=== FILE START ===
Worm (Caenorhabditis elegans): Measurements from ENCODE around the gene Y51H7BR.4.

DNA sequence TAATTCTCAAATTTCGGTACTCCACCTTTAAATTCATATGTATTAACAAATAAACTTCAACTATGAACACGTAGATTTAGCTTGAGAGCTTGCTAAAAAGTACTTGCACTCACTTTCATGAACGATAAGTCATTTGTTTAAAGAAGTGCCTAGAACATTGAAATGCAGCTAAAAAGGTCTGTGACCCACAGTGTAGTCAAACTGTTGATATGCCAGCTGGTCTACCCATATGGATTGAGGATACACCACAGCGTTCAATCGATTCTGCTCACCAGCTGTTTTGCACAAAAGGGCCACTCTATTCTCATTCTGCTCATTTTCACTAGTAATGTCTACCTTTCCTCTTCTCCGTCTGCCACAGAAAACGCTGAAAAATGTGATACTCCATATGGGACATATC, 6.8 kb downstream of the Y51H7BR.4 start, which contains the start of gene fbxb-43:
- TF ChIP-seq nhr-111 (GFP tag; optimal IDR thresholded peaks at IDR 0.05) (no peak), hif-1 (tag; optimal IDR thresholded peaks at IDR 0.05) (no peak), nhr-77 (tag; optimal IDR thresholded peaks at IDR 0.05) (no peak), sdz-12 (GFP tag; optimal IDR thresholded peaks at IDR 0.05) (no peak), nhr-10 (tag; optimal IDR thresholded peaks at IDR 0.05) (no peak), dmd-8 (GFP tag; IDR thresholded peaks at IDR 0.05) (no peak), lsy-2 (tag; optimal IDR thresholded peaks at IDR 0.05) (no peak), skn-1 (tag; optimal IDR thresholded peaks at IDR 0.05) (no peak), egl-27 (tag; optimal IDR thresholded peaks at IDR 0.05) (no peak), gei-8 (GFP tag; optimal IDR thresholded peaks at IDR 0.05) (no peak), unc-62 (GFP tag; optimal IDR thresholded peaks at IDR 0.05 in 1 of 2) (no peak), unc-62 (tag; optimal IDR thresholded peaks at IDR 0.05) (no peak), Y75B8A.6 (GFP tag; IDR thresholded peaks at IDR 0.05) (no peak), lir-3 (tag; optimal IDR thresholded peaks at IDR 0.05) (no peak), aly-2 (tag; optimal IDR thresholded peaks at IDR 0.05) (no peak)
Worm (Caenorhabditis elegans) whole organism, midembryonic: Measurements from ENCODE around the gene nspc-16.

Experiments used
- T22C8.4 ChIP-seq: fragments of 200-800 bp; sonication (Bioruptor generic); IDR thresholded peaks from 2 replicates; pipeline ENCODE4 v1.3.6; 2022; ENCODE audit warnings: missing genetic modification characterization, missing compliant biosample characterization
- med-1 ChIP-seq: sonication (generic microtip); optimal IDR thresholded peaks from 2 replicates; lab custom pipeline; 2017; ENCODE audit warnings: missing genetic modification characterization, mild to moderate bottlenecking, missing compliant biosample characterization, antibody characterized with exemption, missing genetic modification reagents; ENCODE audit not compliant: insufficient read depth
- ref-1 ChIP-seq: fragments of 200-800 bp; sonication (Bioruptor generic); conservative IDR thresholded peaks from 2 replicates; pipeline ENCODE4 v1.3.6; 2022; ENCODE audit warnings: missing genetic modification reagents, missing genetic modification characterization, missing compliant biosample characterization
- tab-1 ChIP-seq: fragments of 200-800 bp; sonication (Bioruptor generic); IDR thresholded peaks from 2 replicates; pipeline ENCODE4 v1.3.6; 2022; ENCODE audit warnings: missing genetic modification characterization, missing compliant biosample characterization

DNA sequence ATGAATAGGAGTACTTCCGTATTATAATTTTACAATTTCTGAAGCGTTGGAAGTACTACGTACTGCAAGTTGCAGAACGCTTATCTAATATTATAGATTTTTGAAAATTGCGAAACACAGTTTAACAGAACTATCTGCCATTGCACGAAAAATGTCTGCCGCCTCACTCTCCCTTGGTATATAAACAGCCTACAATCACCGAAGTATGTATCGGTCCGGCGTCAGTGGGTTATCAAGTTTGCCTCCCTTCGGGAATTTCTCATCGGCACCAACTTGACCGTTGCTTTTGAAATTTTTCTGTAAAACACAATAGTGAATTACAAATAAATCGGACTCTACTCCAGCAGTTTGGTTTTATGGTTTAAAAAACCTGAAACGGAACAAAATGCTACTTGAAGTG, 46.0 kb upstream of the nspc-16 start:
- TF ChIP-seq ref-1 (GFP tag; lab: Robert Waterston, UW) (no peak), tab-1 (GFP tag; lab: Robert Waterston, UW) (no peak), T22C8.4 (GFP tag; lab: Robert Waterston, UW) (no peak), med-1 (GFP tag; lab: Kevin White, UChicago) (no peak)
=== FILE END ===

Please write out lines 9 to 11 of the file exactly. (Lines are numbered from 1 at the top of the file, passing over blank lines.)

- tab-1 ChIP-seq: fragments of 200-800 bp; sonication (Bioruptor generic); IDR thresholded peaks from 2 replicates; pipeline ENCODE4 v1.3.6; 2022; ENCODE audit warnings: missing genetic modification characterization, missing compliant biosample characterization

DNA sequence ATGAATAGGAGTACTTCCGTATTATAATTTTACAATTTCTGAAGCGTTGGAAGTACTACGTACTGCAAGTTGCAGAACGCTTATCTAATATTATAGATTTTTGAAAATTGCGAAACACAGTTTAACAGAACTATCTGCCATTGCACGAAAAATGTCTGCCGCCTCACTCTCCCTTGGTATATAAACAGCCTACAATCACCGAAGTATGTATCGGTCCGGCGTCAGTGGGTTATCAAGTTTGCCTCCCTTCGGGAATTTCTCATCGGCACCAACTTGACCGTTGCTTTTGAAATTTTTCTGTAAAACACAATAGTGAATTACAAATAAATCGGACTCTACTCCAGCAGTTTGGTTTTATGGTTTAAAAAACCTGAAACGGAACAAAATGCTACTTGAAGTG, 46.0 kb upstream of the nspc-16 start:
- TF ChIP-seq ref-1 (GFP tag; lab: Robert Waterston, UW) (no peak), tab-1 (GFP tag; lab: Robert Waterston, UW) (no peak), T22C8.4 (GFP tag; lab: Robert Waterston, UW) (no peak), med-1 (GFP tag; lab: Kevin White, UChicago) (no peak)